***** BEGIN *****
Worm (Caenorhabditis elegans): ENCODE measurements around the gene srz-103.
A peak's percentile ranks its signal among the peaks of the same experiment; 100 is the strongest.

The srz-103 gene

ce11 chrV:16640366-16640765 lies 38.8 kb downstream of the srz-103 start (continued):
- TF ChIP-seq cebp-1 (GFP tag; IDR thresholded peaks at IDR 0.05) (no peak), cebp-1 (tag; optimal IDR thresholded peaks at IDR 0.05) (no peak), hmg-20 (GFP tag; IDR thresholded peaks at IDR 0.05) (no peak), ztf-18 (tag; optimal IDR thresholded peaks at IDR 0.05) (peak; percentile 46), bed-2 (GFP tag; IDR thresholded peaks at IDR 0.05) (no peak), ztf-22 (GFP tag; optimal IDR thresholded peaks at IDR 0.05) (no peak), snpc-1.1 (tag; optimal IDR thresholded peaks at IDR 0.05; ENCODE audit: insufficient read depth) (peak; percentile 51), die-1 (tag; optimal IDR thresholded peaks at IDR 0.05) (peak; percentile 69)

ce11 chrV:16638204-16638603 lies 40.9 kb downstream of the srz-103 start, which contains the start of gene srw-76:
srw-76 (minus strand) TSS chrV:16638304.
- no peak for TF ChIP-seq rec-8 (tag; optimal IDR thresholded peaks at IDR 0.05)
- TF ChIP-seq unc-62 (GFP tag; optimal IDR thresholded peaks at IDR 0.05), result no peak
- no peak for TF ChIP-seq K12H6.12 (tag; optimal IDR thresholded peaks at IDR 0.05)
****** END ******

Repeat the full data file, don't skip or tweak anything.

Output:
Worm (Caenorhabditis elegans): ENCODE measurements around the gene srz-103.
A peak's percentile ranks its signal among the peaks of the same experiment; 100 is the strongest.

The srz-103 gene

ce11 chrV:16640366-16640765 lies 38.8 kb downstream of the srz-103 start (continued):
- TF ChIP-seq cebp-1 (GFP tag; IDR thresholded peaks at IDR 0.05) (no peak), cebp-1 (tag; optimal IDR thresholded peaks at IDR 0.05) (no peak), hmg-20 (GFP tag; IDR thresholded peaks at IDR 0.05) (no peak), ztf-18 (tag; optimal IDR thresholded peaks at IDR 0.05) (peak; percentile 46), bed-2 (GFP tag; IDR thresholded peaks at IDR 0.05) (no peak), ztf-22 (GFP tag; optimal IDR thresholded peaks at IDR 0.05) (no peak), snpc-1.1 (tag; optimal IDR thresholded peaks at IDR 0.05; ENCODE audit: insufficient read depth) (peak; percentile 51), die-1 (tag; optimal IDR thresholded peaks at IDR 0.05) (peak; percentile 69)

ce11 chrV:16638204-16638603 lies 40.9 kb downstream of the srz-103 start, which contains the start of gene srw-76:
srw-76 (minus strand) TSS chrV:16638304.
- no peak for TF ChIP-seq rec-8 (tag; optimal IDR thresholded peaks at IDR 0.05)
- TF ChIP-seq unc-62 (GFP tag; optimal IDR thresholded peaks at IDR 0.05), result no peak
- no peak for TF ChIP-seq K12H6.12 (tag; optimal IDR thresholded peaks at IDR 0.05)